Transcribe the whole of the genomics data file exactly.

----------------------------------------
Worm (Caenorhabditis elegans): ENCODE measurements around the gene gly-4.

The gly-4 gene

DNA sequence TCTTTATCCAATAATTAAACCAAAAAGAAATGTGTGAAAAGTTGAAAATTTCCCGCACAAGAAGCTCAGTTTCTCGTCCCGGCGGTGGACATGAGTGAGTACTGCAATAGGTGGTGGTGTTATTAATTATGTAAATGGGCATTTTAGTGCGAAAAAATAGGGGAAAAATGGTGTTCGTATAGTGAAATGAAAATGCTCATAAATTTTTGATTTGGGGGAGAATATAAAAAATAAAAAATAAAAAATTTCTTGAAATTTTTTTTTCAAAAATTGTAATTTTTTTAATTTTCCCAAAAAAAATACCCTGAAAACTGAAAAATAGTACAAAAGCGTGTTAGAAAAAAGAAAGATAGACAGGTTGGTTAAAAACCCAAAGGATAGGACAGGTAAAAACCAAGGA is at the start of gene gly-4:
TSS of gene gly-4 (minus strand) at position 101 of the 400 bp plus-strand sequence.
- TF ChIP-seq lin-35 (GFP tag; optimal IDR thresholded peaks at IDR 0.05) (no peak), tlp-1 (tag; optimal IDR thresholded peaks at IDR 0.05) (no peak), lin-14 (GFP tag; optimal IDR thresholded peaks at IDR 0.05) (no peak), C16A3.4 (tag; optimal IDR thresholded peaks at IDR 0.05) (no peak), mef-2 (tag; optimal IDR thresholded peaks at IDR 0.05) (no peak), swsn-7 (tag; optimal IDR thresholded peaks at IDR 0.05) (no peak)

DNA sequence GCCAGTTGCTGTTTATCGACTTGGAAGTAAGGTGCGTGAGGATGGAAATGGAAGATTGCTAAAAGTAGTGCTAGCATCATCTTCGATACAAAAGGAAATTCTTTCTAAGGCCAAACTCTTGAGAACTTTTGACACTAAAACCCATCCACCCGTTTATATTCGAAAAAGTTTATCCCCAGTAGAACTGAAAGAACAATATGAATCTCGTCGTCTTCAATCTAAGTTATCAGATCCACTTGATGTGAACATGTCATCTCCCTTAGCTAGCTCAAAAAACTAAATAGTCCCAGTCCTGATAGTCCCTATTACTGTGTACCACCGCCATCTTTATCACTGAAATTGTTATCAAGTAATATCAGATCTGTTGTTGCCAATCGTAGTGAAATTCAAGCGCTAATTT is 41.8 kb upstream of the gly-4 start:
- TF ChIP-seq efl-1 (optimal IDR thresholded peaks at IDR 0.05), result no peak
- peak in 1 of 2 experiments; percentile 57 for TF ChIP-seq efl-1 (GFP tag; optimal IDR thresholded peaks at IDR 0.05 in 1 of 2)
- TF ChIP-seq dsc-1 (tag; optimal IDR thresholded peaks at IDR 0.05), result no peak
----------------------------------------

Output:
Worm (Caenorhabditis elegans): ENCODE measurements around the gene gly-4.

The gly-4 gene

DNA sequence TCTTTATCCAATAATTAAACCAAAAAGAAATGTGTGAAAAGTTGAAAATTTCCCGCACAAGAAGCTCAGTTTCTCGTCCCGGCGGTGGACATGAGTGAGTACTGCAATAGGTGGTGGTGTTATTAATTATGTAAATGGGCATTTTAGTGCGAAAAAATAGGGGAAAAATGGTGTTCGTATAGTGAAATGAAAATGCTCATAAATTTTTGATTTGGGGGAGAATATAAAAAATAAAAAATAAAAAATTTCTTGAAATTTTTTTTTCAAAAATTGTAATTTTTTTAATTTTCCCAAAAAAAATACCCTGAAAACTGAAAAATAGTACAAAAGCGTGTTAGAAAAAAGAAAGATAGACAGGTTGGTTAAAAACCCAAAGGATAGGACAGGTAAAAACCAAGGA is at the start of gene gly-4:
TSS of gene gly-4 (minus strand) at position 101 of the 400 bp plus-strand sequence.
- TF ChIP-seq lin-35 (GFP tag; optimal IDR thresholded peaks at IDR 0.05) (no peak), tlp-1 (tag; optimal IDR thresholded peaks at IDR 0.05) (no peak), lin-14 (GFP tag; optimal IDR thresholded peaks at IDR 0.05) (no peak), C16A3.4 (tag; optimal IDR thresholded peaks at IDR 0.05) (no peak), mef-2 (tag; optimal IDR thresholded peaks at IDR 0.05) (no peak), swsn-7 (tag; optimal IDR thresholded peaks at IDR 0.05) (no peak)

DNA sequence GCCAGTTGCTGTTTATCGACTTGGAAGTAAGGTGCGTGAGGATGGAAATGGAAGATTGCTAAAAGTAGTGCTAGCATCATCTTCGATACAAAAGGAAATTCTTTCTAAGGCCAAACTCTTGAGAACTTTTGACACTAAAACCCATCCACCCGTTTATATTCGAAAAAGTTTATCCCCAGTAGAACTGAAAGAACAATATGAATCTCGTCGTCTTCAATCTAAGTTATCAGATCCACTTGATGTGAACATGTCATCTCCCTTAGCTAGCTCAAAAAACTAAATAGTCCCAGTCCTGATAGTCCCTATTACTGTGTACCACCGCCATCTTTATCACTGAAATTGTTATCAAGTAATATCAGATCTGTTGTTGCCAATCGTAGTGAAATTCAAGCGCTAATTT is 41.8 kb upstream of the gly-4 start:
- TF ChIP-seq efl-1 (optimal IDR thresholded peaks at IDR 0.05), result no peak
- peak in 1 of 2 experiments; percentile 57 for TF ChIP-seq efl-1 (GFP tag; optimal IDR thresholded peaks at IDR 0.05 in 1 of 2)
- TF ChIP-seq dsc-1 (tag; optimal IDR thresholded peaks at IDR 0.05), result no peak